We have two objects — a cube of 13 kg and a sphere of 39 kg. The cube hangs from a rope attached to the ceiling, while the sphere hangs from a second rope attached to the bottom of the cube.
Assuming the two ropes are massless, What is the tension in the first rope? And in the second?
Let's start by drawing a sketch of what is happening:
Since we're dealing with massless ropes, we need to keep in mind that tensions exerted by the ends of a massless rope are equal in magnitude. We will indicate the magnitude of the tensions in the first rope with T1, and the magnitude of the tensions in the second rope with T2.
Let's carefully examine our sketch and enumerate all the forces that we think act on our two objects:
The cube is subject to 3 forces:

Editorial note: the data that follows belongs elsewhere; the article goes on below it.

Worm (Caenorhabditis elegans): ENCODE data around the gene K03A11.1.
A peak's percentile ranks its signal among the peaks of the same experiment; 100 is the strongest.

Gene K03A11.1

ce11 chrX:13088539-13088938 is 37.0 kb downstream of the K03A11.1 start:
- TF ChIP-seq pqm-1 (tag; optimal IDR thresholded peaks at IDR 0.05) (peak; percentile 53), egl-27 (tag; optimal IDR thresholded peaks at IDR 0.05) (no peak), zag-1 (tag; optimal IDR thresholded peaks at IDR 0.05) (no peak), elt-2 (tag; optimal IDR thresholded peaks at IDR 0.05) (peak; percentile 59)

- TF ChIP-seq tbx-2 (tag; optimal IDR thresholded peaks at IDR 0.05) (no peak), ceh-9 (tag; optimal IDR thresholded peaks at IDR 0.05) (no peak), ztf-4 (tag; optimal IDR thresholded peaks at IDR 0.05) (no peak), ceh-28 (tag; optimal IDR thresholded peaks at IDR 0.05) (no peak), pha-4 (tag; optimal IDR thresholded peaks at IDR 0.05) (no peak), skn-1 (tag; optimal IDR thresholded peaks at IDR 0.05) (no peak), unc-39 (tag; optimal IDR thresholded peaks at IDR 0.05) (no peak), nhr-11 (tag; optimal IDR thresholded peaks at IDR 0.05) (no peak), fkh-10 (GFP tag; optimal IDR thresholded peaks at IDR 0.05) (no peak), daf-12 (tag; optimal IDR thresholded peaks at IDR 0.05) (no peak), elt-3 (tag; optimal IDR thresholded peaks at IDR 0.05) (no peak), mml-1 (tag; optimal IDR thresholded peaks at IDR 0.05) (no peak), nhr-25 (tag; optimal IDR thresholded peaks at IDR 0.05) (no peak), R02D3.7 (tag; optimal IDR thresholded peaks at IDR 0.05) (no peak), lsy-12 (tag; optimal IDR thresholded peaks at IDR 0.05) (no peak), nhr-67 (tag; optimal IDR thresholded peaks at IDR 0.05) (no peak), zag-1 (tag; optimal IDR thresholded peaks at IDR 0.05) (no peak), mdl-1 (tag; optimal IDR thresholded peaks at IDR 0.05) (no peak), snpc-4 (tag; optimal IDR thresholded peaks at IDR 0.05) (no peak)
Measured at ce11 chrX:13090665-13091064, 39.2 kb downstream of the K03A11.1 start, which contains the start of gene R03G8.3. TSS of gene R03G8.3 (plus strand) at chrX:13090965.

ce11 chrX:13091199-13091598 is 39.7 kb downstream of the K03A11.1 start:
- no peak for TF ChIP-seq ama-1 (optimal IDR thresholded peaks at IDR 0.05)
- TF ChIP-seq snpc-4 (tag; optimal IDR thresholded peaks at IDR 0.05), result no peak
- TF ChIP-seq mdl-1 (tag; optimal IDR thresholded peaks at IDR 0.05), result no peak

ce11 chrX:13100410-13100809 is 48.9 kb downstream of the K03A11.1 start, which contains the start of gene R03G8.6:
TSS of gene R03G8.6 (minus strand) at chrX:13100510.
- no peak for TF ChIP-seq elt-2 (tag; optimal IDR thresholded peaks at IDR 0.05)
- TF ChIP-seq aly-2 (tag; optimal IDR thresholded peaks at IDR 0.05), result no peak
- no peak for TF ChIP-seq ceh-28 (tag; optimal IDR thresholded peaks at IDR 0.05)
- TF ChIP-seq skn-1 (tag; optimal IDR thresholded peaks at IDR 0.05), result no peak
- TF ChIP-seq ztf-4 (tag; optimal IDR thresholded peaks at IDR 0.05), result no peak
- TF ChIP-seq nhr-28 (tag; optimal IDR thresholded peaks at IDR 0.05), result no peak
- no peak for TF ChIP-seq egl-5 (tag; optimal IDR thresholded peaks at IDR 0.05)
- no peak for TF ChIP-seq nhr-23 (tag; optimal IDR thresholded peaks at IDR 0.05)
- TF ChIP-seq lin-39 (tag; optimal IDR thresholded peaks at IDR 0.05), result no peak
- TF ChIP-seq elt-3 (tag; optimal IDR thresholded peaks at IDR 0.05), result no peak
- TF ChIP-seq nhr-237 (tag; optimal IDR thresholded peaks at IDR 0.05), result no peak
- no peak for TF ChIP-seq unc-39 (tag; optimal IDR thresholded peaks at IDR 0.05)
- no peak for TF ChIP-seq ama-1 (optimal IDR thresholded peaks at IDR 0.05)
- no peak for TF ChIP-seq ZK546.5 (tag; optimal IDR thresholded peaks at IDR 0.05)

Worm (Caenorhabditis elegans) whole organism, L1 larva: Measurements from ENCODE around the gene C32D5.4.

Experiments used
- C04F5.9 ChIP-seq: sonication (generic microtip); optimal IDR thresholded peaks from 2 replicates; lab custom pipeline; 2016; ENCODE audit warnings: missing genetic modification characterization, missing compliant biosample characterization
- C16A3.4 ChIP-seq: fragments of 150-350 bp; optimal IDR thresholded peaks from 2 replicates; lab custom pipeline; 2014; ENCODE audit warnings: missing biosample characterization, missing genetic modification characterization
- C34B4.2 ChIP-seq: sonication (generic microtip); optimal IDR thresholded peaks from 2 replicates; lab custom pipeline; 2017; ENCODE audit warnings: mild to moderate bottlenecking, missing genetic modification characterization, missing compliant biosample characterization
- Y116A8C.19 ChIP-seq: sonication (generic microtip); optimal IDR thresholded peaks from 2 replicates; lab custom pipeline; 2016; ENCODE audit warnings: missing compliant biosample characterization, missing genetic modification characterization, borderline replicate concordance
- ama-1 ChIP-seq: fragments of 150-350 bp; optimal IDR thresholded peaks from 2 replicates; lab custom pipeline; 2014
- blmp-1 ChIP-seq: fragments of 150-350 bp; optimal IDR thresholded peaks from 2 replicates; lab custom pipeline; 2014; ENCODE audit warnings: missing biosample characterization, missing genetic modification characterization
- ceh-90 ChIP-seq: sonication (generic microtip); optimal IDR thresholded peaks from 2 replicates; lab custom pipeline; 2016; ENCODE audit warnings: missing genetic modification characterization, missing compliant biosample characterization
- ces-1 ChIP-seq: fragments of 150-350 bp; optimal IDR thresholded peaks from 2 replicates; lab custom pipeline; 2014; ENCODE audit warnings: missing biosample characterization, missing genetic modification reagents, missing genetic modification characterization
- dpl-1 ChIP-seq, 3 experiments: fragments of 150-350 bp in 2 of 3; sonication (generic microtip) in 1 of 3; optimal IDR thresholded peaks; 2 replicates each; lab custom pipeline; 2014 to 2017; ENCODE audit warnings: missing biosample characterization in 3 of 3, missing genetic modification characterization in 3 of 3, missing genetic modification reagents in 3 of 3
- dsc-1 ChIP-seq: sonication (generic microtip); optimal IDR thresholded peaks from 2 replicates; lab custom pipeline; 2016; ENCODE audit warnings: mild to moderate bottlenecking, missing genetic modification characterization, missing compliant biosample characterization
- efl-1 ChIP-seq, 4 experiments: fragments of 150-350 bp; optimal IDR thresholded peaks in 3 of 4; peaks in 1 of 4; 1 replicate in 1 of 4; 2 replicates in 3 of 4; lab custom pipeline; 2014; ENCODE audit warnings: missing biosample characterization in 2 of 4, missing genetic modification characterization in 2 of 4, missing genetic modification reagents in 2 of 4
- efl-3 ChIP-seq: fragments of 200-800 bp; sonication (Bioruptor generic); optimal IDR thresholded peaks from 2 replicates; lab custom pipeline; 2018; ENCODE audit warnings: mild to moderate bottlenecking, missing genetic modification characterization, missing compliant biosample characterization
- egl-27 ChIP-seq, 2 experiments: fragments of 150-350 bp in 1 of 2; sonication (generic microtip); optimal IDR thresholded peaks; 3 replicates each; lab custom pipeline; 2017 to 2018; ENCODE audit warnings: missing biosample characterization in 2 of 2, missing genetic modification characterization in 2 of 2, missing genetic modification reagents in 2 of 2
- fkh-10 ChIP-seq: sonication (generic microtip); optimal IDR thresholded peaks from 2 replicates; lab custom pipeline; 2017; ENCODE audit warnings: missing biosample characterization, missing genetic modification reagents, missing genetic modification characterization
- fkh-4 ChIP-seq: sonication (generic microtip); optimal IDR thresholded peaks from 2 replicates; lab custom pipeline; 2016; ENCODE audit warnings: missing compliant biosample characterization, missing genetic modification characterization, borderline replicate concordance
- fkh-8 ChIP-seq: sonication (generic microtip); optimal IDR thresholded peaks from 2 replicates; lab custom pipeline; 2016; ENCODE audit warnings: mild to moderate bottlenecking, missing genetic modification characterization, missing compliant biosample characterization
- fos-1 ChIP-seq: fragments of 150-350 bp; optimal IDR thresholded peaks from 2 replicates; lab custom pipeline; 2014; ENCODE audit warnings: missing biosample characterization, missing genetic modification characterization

The sphere is subject to only 2 forces:
Let's draw a free-body diagram for the cube, and another for the sphere:
We know the masses (13 kg for the cube and 39 kg for the sphere).
We want to find the tensions in the two ropes.
The cube and the sphere are hanging, i.e. they are in static equilibrium. This means that the resultant forces on the cube and on the sphere must be zero.
The sphere is subject to two forces that are opposite in direction (T2 and Mg). Since the resultant force is zero, these two forces must be equal in magnitude:
The cube is subject to three parallel forces (T1, T2, and mg). T1 is directed upward, T2 and mg are directed downward. Again, since the resultant force is zero, the magnitude of T1 must be equal to the sum of the magnitudes of T2 and mg:
Hence, the tension in the upper rope is 510 N, and the tension in the lower rope is 380 N.